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This article was published on October 19, 2016


BBC’s student-friendly Micro:bit programmable computer to launch worldwide

BBC’s student-friendly Micro:bit programmable computer to launch worldwide
Matthew Hughes
Story by

Matthew Hughes

Former TNW Reporter

Matthew Hughes is a journalist from Liverpool, England. His interests include security, startups, food, and storytelling. Follow him on Twi Matthew Hughes is a journalist from Liverpool, England. His interests include security, startups, food, and storytelling. Follow him on Twitter.

By any measure, the BBC Micro:Bit has been a roaring success. The diminutive computer has found its way into the hands of more than one million children, and is a core part of computing education in the UK. It has even attracted the support of Samsung, Microsoft, and ARM, who assisted in the device’s development. Now, it’s about to go global.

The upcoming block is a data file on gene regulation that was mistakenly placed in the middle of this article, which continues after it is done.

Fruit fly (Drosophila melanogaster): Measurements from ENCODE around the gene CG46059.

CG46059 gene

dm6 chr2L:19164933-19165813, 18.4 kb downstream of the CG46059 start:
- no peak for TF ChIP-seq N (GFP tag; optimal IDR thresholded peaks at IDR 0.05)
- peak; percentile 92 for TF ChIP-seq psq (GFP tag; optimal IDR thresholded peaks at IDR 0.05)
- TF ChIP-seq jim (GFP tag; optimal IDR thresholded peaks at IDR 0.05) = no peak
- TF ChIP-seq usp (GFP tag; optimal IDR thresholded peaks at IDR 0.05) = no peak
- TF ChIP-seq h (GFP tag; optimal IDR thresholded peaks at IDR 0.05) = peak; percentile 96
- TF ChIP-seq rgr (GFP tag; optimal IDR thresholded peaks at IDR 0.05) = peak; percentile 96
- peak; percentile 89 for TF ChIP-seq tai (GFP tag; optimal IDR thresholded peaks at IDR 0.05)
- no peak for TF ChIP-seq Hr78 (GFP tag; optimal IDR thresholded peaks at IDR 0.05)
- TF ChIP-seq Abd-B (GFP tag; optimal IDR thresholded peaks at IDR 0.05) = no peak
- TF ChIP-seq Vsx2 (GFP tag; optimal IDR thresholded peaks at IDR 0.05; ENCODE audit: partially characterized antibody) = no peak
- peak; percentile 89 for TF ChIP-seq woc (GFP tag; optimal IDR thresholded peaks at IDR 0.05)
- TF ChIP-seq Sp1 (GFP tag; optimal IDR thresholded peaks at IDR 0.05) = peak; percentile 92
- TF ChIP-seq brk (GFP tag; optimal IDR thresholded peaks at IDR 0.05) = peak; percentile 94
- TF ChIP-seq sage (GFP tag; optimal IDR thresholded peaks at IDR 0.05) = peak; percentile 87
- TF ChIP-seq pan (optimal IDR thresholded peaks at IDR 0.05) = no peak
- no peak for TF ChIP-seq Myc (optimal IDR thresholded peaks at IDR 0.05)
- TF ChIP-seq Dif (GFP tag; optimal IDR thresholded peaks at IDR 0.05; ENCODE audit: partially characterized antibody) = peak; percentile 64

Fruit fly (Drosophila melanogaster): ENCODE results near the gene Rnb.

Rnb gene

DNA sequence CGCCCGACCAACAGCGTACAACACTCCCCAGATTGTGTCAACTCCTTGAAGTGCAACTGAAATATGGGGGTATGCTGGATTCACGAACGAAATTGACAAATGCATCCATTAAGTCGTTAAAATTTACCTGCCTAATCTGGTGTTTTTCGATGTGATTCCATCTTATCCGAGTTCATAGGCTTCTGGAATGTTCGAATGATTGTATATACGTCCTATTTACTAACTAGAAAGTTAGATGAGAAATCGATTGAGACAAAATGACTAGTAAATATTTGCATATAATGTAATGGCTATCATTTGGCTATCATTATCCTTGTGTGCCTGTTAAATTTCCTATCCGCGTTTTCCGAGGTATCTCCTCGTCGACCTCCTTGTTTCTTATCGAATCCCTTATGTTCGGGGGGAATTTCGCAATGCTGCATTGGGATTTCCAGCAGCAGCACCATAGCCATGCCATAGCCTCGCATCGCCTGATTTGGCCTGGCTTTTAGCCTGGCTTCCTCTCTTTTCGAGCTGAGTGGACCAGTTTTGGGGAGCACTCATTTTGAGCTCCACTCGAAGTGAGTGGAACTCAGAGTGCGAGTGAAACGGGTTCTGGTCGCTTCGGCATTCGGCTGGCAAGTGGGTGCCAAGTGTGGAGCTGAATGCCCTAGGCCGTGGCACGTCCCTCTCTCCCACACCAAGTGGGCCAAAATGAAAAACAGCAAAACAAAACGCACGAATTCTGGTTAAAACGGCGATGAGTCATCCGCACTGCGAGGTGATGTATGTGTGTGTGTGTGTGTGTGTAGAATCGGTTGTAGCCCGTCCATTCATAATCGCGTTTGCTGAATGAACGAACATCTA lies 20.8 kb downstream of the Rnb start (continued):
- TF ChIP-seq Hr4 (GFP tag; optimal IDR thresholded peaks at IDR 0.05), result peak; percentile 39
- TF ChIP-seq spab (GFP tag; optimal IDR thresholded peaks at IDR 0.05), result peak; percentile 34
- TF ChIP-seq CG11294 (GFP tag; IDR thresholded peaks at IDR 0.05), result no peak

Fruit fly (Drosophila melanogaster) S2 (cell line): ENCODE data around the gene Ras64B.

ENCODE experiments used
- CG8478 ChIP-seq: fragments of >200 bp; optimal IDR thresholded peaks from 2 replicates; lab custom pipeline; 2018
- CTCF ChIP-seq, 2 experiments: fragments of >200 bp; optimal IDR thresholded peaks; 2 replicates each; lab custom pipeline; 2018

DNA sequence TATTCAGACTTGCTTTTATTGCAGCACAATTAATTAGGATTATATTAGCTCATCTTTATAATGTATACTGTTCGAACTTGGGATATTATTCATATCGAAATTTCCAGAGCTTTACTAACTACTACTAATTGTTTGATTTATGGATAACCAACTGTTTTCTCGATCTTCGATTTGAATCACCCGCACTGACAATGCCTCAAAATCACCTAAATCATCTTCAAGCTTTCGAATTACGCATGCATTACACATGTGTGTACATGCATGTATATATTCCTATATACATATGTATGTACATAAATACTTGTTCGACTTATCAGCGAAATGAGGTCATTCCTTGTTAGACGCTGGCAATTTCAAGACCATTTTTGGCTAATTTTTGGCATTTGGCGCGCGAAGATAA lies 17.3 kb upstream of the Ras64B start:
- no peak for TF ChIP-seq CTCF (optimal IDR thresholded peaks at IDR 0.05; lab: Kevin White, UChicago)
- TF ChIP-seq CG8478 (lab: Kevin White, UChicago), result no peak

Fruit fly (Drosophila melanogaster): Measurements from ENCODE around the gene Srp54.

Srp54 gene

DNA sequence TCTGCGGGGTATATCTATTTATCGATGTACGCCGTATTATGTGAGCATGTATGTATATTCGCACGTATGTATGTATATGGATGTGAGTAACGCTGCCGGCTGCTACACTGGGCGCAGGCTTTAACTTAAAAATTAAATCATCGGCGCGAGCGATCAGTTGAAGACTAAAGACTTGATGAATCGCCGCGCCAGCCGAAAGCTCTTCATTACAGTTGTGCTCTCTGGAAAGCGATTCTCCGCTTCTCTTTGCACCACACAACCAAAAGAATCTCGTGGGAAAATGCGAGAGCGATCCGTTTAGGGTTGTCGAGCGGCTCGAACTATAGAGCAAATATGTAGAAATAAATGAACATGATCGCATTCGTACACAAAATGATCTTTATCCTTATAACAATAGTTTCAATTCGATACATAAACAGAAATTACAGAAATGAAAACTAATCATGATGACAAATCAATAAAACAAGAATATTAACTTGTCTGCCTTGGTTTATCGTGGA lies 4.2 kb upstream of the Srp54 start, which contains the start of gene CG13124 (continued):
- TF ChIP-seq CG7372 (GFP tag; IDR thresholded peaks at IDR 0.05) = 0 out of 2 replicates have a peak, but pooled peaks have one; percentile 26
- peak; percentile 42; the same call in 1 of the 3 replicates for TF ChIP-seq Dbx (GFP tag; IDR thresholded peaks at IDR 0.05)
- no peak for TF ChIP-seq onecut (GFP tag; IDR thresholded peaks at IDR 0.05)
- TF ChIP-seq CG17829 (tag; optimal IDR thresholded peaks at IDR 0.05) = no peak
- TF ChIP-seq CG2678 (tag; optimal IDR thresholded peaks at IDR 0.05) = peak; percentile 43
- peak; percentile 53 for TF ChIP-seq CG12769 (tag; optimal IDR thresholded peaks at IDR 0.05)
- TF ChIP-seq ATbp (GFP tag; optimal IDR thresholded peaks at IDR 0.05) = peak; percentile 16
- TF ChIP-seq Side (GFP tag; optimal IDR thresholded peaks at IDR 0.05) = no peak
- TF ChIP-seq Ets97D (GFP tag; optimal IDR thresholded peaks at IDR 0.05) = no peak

BBC Learning, which is responsible for the development of the Micro:bit, has spun off the device into its own not-for-profit organization, called the Micro:bit Educational Foundation. In addition to ensuring the device has an ongoing legacy, it is also tasked with pushing the Micro:bit into new markets.

According to Foundation chief Zach Shelby, the organization will expand availability of the Micro:bit across Europe this year. It’s currently working on translating its coding tools into Dutch and Norwegian. It will also target the North American and Chinese markets next year, aiming to entice buyers with upgraded hardware.

The BBC Micro:bit is an ARM-powered, matchbox-sixed computer designed to be used in the classroom. It allows the user to develop applications in the Python, TouchDevelop, Blockly, and JavaScript programming languages. This year it was provided free-of-charge to every Year 7 pupil in the United Kingdom. It can also be bought for £13 ($16) from Pimoroni.

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